But, of course, every good story has to have a little heartbreak, and shortly after the pair were married, the United States entered World War II. Like so many men during that time, Alec was drafted into the war. But, rather than being sent to the front lines, he was sent to a position in a support troop. Being an electrical engineer and a member of the ROTC meant that Alec had a special set of skills that were best used in one of the many troops that provided support to the combat soldiers on the front lines of the war.

These troops covered things like administrative, logistical and infrastructure duties that made it so the soldiers in the trenches had an easier time staying alive. It’s a seldom talked about aspect of the war effort, and one that Rebecca Daniels covers beautifully not just from the perspective of a daughter but, through the usage of letters and cards between her parents from that time, from the perspective of Alec himself. Though Alec was not able to discuss much about his whereabouts or his work in the letters that he sent home to his new wife, his love for Mary was clear and it is through these letters that the narrative gains a very sweet and humanizing element.

I highly recommend this incredibly touching read! You can’t go wrong with this one! I give it 5 stars, more if I could.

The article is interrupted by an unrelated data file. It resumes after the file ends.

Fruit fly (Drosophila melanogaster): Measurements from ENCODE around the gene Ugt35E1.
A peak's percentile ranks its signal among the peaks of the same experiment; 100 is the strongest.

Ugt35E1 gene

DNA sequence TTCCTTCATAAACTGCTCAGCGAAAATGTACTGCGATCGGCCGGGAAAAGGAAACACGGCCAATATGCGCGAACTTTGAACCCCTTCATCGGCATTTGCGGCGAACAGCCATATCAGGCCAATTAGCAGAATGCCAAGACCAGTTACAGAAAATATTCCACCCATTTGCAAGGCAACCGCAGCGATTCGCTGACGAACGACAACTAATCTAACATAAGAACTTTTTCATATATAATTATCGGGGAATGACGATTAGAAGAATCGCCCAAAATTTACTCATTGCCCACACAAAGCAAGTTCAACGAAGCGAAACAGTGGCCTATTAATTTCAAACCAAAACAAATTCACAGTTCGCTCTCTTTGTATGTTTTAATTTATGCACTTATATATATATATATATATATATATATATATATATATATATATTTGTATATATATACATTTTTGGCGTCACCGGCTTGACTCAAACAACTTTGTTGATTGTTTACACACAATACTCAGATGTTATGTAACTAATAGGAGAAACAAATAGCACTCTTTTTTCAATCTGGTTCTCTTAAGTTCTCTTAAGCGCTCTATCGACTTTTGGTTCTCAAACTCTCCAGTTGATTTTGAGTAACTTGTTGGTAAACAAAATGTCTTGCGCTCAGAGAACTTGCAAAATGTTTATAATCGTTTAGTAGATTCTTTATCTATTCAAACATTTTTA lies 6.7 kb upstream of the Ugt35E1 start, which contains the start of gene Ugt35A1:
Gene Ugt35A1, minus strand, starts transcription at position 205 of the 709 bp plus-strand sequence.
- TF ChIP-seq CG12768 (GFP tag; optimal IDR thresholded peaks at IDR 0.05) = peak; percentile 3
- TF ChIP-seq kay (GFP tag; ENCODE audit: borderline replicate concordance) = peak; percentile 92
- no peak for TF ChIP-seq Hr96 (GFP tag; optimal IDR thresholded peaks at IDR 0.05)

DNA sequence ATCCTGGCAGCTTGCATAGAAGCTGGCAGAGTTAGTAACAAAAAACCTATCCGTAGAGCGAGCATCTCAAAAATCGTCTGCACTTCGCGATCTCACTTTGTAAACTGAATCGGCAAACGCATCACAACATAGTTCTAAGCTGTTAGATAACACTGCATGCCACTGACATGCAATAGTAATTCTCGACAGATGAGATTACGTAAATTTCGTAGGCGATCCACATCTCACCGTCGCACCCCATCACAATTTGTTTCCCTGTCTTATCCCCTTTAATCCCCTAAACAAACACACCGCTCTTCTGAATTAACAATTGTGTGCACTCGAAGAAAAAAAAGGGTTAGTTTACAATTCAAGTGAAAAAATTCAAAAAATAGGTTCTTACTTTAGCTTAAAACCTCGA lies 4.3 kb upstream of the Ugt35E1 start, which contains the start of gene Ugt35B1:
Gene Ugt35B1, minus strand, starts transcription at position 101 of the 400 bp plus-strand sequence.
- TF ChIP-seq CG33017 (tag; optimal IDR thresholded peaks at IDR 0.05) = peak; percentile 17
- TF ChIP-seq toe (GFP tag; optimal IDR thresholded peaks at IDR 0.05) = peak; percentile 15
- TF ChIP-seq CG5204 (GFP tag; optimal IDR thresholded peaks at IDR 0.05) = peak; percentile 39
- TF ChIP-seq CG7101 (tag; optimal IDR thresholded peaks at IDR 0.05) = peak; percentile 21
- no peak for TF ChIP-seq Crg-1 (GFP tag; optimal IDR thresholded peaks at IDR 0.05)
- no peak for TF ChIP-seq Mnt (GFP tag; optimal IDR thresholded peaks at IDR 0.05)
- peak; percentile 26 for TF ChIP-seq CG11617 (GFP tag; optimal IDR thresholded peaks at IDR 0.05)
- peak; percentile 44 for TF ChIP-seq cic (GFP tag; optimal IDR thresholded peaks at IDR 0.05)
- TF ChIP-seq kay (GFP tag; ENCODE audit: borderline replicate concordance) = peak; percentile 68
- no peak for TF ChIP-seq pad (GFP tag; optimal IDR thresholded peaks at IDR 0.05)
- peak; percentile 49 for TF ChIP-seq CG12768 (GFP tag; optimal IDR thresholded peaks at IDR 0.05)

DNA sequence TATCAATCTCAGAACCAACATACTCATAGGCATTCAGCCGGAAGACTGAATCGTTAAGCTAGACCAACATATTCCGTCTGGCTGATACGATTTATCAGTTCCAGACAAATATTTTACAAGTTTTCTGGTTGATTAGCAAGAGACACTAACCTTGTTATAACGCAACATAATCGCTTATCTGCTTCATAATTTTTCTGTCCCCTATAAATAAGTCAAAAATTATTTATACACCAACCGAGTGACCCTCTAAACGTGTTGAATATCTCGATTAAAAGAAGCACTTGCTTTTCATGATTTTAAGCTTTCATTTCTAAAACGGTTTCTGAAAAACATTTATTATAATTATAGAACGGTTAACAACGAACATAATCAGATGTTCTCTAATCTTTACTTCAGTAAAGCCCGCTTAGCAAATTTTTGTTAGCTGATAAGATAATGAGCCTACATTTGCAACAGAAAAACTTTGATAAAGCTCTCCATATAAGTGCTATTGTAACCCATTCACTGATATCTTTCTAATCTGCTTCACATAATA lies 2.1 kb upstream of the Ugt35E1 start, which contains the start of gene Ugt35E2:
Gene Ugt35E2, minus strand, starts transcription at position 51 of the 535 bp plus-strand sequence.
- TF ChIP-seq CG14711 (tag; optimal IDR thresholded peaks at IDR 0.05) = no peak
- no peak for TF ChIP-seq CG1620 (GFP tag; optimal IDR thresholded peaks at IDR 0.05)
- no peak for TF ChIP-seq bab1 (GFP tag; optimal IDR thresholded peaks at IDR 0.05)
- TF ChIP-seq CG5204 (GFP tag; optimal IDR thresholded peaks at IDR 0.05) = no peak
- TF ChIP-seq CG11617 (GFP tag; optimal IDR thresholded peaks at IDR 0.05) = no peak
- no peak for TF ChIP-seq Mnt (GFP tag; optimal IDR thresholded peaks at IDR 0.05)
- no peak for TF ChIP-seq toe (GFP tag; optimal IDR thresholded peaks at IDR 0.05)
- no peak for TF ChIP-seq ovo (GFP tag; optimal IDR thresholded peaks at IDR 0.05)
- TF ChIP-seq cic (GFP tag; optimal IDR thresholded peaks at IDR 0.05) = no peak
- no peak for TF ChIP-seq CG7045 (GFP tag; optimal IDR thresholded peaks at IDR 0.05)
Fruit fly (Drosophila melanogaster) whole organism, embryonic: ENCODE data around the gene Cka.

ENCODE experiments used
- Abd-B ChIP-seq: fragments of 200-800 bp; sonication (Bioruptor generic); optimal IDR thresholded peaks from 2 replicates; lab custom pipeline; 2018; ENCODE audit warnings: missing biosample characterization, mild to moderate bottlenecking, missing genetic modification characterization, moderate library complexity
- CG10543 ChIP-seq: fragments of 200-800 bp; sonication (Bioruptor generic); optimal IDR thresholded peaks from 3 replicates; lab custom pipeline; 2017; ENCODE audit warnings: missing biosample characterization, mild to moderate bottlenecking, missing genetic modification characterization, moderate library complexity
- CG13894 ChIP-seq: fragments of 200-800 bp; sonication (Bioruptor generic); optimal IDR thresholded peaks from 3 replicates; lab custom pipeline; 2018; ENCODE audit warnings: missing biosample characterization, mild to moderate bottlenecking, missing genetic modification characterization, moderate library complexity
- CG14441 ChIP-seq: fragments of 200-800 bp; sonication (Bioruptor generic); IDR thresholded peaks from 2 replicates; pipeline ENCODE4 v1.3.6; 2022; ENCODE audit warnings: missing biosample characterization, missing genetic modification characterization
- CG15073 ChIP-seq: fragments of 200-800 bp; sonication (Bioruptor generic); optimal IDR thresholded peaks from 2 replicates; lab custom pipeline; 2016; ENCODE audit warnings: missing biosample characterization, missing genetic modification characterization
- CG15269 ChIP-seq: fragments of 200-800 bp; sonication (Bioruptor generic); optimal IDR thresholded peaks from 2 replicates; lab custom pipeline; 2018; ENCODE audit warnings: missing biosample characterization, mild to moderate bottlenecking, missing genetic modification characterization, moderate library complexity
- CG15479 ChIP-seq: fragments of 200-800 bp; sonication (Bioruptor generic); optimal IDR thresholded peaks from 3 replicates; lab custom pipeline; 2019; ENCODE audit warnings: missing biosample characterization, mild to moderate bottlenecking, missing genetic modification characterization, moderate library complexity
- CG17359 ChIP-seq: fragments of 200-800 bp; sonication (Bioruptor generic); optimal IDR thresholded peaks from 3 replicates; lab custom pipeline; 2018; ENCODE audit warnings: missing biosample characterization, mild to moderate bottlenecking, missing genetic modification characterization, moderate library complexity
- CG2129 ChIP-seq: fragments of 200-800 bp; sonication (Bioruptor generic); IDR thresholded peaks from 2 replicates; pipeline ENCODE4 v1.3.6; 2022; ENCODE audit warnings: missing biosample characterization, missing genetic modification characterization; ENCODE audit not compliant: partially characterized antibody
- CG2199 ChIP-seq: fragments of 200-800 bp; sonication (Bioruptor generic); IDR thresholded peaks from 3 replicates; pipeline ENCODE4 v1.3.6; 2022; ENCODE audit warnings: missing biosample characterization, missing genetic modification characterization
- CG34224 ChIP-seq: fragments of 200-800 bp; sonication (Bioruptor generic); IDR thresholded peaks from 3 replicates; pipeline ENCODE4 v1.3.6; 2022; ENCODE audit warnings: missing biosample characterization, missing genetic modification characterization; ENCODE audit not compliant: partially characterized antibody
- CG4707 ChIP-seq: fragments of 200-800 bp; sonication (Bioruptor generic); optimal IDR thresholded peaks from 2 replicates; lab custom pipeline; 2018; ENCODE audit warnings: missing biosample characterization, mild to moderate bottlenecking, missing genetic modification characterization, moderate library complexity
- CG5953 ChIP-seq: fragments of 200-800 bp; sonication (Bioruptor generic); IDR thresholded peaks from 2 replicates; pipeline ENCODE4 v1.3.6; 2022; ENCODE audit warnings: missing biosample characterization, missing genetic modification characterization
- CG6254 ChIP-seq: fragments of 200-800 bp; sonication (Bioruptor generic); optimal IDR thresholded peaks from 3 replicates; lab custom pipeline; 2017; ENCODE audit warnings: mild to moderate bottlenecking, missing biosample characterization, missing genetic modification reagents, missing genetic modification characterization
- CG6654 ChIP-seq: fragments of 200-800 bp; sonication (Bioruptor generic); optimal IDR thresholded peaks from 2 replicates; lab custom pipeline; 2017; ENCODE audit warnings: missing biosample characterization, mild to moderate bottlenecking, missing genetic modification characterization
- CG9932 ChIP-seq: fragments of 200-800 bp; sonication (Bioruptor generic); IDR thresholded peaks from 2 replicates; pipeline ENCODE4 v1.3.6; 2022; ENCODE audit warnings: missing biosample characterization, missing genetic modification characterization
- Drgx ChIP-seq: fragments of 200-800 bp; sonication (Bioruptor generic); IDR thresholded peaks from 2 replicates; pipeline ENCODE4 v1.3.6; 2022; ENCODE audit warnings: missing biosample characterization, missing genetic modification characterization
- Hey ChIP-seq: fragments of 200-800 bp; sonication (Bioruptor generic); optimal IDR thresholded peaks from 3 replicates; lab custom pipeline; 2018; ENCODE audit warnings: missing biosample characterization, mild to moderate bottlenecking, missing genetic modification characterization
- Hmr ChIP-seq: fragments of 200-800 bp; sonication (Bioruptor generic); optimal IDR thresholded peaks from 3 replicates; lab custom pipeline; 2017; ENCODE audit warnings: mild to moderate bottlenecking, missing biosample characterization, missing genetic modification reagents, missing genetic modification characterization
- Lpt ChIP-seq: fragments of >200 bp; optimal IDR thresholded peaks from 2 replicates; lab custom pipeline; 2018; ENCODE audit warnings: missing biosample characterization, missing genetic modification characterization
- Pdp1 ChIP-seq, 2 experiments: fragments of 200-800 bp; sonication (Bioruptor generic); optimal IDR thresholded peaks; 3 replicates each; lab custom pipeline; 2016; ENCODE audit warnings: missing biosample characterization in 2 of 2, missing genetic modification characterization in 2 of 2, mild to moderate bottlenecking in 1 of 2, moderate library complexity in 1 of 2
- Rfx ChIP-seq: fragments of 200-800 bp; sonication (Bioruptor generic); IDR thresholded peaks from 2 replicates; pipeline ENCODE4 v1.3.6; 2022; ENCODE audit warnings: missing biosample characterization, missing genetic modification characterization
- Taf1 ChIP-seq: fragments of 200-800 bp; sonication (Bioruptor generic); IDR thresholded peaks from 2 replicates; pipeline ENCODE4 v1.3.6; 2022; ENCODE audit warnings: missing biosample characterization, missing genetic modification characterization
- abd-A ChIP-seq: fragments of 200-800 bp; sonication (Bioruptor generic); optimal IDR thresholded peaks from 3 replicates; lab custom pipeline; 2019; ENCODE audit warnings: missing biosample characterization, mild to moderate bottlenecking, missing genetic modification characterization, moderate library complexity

Praise for Keeping the Lights on for Ike

“The book moves swiftly along, while at the same time capturing the frustration of their prolonged separation. The historical timeline provides just the right bit of historical context to these war years behind at the tail of the army. This is not the typical WWII combat book.”- The Montague Reporter

“The lack of military detail — the focus on everyday life and on the relationship between Alec and Mary — ends up being one of the book’s greatest assets. Many works of history detail the story of great battles. Fewer dwell on individual wartime experiences.  The book is also strengthened by the affection expressed in Alec’s relatively inarticulate yet moving letters to his wife on the home front.”- Tinky Weisblat, Greenfield Recorder, author of “The Pudding Hollow Cookbook,” “Pulling Taffy,” and “Love, Laughter, and Rhubarb”